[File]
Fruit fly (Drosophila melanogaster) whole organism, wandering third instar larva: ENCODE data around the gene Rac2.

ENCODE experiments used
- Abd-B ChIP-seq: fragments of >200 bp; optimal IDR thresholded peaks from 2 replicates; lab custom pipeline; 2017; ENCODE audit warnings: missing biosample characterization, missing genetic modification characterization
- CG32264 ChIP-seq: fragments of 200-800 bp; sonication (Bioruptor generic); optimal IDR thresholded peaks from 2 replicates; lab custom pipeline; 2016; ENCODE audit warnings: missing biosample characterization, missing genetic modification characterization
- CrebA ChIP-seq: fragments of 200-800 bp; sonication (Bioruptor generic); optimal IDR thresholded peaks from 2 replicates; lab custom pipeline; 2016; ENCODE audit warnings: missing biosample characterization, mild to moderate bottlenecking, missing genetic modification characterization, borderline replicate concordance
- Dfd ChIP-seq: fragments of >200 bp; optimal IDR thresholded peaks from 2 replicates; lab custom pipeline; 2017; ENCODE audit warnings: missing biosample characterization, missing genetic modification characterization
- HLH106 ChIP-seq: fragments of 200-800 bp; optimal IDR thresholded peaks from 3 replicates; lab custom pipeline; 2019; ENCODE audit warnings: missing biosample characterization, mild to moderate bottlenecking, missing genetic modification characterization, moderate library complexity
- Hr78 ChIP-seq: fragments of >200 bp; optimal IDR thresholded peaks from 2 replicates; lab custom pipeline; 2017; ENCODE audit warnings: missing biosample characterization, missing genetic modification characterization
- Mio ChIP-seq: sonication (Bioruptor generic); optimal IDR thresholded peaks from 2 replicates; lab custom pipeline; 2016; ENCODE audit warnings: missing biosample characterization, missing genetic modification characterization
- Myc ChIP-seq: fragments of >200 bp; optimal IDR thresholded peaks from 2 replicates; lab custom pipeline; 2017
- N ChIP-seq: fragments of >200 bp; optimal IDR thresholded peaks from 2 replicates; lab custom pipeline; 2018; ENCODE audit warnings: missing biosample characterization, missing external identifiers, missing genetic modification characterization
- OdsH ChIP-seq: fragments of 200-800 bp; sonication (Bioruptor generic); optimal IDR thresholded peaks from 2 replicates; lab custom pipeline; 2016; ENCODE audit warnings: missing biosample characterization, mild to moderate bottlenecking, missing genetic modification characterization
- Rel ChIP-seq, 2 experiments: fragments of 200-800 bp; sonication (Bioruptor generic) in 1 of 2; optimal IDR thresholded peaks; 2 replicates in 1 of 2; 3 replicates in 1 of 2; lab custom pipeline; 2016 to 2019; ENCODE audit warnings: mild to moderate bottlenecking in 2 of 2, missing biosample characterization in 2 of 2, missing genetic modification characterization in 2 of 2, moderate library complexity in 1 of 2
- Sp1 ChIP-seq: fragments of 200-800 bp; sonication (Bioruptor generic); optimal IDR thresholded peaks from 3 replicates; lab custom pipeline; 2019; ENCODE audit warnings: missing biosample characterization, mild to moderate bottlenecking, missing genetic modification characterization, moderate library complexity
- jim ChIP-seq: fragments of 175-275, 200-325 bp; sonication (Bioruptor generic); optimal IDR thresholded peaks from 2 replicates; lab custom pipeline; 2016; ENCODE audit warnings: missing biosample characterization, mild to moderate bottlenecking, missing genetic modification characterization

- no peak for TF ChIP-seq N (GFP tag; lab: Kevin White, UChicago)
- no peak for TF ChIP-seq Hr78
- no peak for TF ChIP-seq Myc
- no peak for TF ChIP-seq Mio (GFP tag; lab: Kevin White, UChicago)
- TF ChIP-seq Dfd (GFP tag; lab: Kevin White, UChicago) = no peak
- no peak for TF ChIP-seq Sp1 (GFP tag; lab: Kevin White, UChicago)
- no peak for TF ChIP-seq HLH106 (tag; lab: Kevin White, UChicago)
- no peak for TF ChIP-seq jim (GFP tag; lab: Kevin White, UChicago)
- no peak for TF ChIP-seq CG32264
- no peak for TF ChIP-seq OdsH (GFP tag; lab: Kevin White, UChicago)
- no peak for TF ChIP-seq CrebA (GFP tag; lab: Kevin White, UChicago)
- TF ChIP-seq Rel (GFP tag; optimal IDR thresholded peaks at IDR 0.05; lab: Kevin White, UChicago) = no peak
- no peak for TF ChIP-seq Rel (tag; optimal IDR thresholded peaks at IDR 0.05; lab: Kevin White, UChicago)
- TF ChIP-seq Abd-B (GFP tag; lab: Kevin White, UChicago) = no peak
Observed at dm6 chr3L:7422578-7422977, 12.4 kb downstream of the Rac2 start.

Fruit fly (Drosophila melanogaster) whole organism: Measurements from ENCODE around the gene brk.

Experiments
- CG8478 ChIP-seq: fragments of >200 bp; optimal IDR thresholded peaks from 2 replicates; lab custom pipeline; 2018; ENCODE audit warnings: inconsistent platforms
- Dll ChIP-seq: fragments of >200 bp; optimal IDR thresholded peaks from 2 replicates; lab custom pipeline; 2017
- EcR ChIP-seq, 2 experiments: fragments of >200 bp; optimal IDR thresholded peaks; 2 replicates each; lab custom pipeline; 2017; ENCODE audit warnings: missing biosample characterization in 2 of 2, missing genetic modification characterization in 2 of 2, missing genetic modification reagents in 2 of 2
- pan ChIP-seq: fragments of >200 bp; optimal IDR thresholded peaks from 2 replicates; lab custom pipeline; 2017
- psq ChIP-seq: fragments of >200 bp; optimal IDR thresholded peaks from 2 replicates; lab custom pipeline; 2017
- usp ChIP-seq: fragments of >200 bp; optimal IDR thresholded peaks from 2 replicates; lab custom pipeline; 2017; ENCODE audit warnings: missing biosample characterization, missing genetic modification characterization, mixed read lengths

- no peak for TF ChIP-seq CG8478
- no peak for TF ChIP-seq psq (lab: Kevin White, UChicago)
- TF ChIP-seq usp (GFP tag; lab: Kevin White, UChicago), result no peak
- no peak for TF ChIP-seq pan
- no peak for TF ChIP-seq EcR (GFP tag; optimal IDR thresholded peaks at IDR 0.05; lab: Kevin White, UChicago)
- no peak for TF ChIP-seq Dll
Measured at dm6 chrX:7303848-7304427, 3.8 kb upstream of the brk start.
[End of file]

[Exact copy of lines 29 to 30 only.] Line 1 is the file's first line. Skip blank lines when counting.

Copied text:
- TF ChIP-seq Abd-B (GFP tag; lab: Kevin White, UChicago) = no peak
Observed at dm6 chr3L:7422578-7422977, 12.4 kb downstream of the Rac2 start.